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Publication numberUS6436961 B1
Publication typeGrant
Application numberUS 08/529,891
Publication dateAug 20, 2002
Filing dateSep 18, 1995
Priority dateMay 28, 1993
Fee statusLapsed
Also published asCA2162400A1, DE69404306D1, DE69404306T2, EP0700384A1, EP0700384B1, WO1994027966A1
Publication number08529891, 529891, US 6436961 B1, US 6436961B1, US-B1-6436961, US6436961 B1, US6436961B1
InventorsHarry A. Watson, Jr., William M. Snyder, Glenn E. Wilcox
Original AssigneePfizer Inc
Export CitationBiBTeX, EndNote, RefMan
External Links: USPTO, USPTO Assignment, Espacenet
Pharmaceutical agents for the treatment of emesis
US 6436961 B1
Abstract
The present invention relates to a novel process for preparing and resolving 3-amino-2-phenylpiperidine and for synthesizing from the enantiomers of such compound certain pharmaceutically active substituted 2-phenyl-3-benzylaminopiperidines. The substituted 2-phenyl-3-benzylaminopiperidines that can be prepared by the processes of this invention are substance P receptor antagonists and are useful in the treatment and prevention of inflammatory and central nervous system disorders, as well as several other disorders.
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Claims(7)
What is claimed is:
1. A method of treating or preventing emesis in a mammal, comprising administering to said mammal an amount of a compound that is a substance P receptor antagonist, or a pharmaceutically acceptable salt thereof, that is effective in treating or preventing emesis.
2. A method of treating or preventing emesis in a mammal, comprising administering to said mammal a substance P receptor antagonizing effective amount of a compound of the formula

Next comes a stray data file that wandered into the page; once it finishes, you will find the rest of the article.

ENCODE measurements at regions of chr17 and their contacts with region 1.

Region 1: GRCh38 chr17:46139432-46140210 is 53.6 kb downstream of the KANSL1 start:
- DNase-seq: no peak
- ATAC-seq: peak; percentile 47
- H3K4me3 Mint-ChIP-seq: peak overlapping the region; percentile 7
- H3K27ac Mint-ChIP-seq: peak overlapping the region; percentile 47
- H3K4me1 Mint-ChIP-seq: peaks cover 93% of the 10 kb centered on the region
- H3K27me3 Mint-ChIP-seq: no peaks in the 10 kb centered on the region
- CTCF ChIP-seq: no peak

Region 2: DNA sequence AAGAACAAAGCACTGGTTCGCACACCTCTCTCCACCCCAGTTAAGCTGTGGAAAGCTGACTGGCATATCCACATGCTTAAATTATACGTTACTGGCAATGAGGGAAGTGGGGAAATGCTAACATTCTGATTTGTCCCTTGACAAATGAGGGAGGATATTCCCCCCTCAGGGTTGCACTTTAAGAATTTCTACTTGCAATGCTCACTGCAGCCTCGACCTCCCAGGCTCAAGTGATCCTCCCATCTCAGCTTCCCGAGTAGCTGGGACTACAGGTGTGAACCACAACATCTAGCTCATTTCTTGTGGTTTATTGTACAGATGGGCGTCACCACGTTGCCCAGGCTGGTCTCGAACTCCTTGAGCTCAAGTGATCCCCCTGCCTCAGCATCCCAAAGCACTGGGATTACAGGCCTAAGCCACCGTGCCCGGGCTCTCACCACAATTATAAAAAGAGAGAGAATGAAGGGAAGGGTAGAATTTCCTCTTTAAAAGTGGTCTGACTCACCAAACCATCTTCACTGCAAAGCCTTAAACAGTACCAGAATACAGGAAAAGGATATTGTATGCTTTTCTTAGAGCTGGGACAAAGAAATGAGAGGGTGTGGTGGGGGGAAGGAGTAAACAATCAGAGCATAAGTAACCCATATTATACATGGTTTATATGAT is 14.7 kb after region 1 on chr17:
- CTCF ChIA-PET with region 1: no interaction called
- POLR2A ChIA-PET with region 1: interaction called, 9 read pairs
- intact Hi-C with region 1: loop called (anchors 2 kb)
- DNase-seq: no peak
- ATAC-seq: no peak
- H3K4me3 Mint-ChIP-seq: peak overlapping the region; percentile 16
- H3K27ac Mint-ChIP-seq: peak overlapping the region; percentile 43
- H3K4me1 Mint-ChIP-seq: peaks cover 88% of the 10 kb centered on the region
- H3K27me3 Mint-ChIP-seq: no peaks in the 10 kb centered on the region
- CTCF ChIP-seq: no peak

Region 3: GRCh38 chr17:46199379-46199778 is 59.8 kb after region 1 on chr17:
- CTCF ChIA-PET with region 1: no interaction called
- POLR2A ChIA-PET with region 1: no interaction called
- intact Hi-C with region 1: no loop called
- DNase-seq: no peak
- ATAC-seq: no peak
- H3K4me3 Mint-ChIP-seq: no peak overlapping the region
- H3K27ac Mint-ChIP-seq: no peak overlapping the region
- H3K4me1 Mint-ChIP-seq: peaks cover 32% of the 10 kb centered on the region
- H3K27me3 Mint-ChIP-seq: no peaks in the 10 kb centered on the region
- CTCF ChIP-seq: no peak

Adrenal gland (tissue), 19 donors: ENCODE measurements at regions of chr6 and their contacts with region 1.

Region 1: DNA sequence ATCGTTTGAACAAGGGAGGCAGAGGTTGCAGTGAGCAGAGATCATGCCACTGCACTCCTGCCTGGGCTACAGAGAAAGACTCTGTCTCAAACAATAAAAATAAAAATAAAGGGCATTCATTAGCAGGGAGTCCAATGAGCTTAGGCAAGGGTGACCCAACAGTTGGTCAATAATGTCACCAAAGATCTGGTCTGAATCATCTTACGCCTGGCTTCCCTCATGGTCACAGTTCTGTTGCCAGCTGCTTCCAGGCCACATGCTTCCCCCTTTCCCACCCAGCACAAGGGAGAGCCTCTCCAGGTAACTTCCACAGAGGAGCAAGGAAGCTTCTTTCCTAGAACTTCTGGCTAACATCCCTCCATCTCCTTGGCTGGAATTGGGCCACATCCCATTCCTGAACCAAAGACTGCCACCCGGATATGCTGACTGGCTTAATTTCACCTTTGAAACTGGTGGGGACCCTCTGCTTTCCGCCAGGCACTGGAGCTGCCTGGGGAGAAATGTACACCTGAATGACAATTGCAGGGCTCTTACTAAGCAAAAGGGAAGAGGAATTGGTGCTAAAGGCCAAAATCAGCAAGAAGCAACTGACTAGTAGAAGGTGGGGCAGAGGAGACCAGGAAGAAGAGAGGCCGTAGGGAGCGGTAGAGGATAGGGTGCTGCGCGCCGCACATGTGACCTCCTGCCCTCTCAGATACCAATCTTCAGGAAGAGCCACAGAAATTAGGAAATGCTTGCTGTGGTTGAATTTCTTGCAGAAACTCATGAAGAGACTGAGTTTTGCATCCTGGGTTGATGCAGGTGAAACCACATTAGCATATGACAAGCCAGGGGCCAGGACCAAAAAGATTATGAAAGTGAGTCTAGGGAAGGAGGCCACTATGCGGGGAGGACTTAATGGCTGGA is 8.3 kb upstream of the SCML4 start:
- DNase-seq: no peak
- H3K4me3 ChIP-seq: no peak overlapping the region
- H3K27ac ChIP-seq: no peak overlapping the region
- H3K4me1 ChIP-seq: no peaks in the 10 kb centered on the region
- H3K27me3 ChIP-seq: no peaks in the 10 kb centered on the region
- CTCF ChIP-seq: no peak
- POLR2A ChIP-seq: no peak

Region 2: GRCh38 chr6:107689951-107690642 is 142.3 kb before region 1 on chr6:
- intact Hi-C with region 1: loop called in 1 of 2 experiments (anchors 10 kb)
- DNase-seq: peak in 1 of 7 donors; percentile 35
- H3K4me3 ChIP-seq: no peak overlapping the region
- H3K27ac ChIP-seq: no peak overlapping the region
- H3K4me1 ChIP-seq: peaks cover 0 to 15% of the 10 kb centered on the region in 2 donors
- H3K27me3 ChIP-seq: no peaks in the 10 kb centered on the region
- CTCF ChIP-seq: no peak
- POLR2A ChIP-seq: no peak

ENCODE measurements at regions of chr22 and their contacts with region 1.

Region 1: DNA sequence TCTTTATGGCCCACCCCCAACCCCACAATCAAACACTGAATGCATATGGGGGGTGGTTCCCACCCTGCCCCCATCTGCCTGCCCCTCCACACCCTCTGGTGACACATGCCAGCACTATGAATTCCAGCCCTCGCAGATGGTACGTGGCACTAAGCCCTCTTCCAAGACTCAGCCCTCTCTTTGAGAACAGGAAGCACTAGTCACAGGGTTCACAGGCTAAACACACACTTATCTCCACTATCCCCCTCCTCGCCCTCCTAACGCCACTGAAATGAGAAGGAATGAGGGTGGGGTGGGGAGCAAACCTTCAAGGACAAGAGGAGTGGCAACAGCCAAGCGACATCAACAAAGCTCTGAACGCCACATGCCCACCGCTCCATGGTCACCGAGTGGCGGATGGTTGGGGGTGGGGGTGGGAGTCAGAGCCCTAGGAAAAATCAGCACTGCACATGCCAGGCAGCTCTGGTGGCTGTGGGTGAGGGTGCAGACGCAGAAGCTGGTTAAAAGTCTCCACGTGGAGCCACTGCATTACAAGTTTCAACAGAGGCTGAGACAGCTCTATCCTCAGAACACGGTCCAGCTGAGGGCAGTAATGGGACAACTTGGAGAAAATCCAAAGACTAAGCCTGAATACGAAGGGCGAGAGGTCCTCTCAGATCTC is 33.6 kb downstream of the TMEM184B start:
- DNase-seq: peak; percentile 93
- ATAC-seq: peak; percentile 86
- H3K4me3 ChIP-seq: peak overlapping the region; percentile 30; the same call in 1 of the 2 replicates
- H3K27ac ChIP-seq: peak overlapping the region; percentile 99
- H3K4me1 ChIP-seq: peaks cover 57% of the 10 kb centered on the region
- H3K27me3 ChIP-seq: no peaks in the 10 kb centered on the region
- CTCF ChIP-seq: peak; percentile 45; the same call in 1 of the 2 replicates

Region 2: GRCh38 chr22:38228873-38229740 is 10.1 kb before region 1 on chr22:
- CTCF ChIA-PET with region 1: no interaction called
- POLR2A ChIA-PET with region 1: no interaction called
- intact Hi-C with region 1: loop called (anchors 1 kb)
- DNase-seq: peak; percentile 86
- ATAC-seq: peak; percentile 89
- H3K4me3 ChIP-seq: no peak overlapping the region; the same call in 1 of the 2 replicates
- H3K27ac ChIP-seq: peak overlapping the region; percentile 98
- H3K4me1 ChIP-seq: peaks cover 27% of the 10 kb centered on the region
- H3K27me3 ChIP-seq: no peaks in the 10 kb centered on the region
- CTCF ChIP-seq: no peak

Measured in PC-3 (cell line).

wherein R1 is aryl selected from indanyl, phenyl and naphthyl; heteroaryl selected from thienyl, furyl, pyridyl and quinolyl; and cycloalkyl having 3 to 7 carbon atoms, wherein one of said carbon atoms may optionally be replaced by nitrogen, oxygen or sulfur; wherein each of said aryl and heteroaryl groups may optionally be substituted with one or more substituents, and said (C3-C7) cycloalkyl may optionally be substituted with one or two substituents, said substituents being independently selected from chloro, fluoro, bromo, iodo, nitro, (C1-C10) alkyl optionally substituted from one to three fluoro groups, (C1-C10) alkoxy optionally substituted with from one to three fluoro groups, amino, (C1-C10)alkyl-S—, (C1-C10)alkyl-SO2—, phenyl, phenoxy, (C1-C10)alkyl-SO2NH—, (C1-C10)alkyl-SO2NH—(C1-C10)alkyl-, (C1-C10)alkylamino, cyano, hydroxy, cycloalkoxy having 3 to 7 carbon atoms, (C1-C6)dialkylamino, HC(═O)NH- and (C1-C10)alkyl-C(═O)-NH;
or a pharmaceutically acceptable salt thereof, or a mixture of compounds of the formulae VA and VB or pharmaceutically acceptable salts of such compounds.
3. A method of treating or preventing emesis in a mammal, comprising administering to said mammal an amount of a compound of the formula
wherein R1 is aryl selected from indanyl, phenyl and naphthyl; heteroaryl selected from thienyl, furyl, pyridyl and quinolyl; and cycloalkyl having 3 to 7 carbon atoms, wherein one of said carbon atoms may optionally be replaced by nitrogen, oxygen or sulfur; wherein each of said aryl and heteroaryl groups may optionally be substituted with one or more substituents, and said (C3-C7) cycloalkyl may optionally be substituted with one or two substituents, said substituents being independently selected from chloro, fluoro, bromo, iodo, nitro, (C1-C10) alkyl optionally substituted from one to three fluoro groups, (C1-C10) alkoxy optionally substituted with from one to three fluoro groups, amino,
(C1-C10)alkyl-S—, (C1-C10)alkyl-SO2—, phenyl, phenoxy, (C1-C10)alkyl-SO2NH—, (C1-C10)alkyl-SO2NH—(C1-C10)alkyl-, (C1-C10)alkylamino, cyano, hydroxy, cycloalkoxy having 3 to 7 carbon atoms, (C1-C6)alkylamino, (C1-C6)dialkylamino, HC(═O)NH- and (C1-C1-C10)alkyl-C(═O)-NH;